THULE – NATT
The Honningsvåg band Thule, which started in 1983, is probably marginally better known outside the world than here at home, as part of the Scandinavian new-prog movement which is still strong internationally. Still, despite a low profile at home, Thule's 1990 album Natt ended up on Morgenbladet's list of Norway's best record releases - even in a solid 54th place. Natt was created during the dark hours in Honningsvåg, recorded on an 8-track cassette recorder. It is the sound of desperation, existential anxiety, anger, and precisely darkness - but also hope and beauty. A place where the sensual life of post-punk meets the structures of prog rock. Natt was album number two on the tiny Skiens label Colors, which also released prog rock giants such as Änglagård and Dungen's predecessor, Landberk. In the album's handwritten liner notes, it is stated that it is a "crisis production", which probably reveals a bit of the musicians' state of mind when they recorded Natt. The book wants to delve into both how and why the album came about, and will include interviews with the band members.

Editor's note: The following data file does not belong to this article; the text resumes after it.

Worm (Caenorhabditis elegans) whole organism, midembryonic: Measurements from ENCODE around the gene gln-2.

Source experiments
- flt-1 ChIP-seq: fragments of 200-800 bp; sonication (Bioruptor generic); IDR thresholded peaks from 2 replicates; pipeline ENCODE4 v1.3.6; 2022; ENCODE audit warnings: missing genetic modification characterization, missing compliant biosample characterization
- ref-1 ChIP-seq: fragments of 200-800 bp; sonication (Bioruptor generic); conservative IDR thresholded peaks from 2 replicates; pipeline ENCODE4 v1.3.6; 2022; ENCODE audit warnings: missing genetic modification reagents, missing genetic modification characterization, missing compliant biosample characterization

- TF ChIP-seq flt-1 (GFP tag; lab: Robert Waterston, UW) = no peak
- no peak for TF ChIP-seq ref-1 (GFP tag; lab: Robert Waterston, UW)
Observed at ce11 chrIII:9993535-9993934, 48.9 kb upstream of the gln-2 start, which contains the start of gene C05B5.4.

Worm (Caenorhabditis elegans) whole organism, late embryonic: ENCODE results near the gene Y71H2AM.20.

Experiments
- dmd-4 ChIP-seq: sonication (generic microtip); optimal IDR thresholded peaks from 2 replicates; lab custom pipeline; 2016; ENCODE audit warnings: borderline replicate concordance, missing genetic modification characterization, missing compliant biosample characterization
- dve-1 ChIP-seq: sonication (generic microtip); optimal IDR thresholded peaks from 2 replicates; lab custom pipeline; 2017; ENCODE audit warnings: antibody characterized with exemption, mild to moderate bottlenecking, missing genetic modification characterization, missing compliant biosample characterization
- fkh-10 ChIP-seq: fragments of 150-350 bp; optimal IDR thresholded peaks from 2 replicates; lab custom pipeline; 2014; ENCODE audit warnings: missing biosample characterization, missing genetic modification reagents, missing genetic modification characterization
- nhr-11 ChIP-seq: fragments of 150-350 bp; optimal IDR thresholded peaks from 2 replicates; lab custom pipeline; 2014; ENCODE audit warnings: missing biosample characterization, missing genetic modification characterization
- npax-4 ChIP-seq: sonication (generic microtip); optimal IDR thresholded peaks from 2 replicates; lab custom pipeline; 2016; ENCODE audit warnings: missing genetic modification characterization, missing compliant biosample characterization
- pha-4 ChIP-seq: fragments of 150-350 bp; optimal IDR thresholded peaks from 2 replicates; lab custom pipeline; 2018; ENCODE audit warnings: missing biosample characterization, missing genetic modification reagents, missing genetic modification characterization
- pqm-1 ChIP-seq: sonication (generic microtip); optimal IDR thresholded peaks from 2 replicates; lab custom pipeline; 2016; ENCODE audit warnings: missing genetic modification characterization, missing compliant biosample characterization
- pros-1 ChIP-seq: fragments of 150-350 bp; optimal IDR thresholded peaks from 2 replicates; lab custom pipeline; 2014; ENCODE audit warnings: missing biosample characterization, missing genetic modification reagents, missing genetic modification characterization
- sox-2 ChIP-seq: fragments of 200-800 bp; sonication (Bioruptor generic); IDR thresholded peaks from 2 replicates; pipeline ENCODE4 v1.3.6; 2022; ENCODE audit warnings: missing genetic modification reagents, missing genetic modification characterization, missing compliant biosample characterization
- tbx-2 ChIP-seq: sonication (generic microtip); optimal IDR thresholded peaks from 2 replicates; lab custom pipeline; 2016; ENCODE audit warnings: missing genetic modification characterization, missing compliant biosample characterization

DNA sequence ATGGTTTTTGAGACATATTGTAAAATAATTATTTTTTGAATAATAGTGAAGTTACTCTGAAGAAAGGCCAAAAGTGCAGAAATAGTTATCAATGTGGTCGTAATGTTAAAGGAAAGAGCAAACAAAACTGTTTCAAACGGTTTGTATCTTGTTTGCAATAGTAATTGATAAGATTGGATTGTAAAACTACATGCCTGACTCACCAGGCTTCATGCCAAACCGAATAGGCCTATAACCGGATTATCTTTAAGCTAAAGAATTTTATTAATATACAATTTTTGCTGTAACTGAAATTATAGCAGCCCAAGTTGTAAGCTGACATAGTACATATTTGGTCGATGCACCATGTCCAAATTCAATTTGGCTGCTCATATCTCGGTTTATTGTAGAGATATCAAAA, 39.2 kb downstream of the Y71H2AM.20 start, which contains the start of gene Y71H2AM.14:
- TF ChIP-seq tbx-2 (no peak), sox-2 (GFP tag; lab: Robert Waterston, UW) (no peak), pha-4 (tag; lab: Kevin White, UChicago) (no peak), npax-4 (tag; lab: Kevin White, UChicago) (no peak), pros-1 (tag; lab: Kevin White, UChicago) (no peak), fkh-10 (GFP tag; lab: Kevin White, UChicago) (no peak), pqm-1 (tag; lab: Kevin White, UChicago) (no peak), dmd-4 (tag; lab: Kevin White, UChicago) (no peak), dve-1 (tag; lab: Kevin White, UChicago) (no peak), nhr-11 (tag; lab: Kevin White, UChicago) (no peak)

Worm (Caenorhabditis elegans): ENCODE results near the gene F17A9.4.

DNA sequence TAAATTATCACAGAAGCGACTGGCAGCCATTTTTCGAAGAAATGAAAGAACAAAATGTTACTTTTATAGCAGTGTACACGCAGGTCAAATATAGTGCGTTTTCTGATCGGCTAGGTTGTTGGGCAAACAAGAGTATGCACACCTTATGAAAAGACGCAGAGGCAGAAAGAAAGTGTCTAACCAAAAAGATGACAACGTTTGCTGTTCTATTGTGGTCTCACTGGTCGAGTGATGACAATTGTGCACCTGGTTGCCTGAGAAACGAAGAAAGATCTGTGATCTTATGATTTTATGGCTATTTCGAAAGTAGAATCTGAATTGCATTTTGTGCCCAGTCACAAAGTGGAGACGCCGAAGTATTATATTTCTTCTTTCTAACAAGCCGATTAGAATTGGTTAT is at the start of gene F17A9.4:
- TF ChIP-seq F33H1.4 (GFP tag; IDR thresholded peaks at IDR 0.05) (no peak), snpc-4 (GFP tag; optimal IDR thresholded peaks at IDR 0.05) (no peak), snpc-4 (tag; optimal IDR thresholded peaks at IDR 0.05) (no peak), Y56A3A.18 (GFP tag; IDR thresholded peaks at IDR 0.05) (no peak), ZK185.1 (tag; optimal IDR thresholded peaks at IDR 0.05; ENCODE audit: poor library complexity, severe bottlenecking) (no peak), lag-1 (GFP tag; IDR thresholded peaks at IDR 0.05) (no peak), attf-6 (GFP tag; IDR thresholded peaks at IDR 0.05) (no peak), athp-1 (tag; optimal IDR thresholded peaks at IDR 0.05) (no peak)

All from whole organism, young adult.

Jacob Holm-Lupo, who thinks Natt is Norway's best album, is a musician, sound engineer and journalist/author. He has steered the ship in the prog rock band White Willow since the mid-nineties and also runs the art-pop project The Opium Cartel. He has written books about Blue Öyster Cult and Toto for the British publisher Sonicbond and has been a regular at various Classic Album Sundays. As a journalist, he has a background both as co-editor of the prog magazines Tarkus and Hybris, as a music reviewer in Det Nye and the British magazine Prog Magazine, and as a desk journalist in various colorful magazines. He lives on Sandøya in Telemark where he runs his Dude Ranch Studio.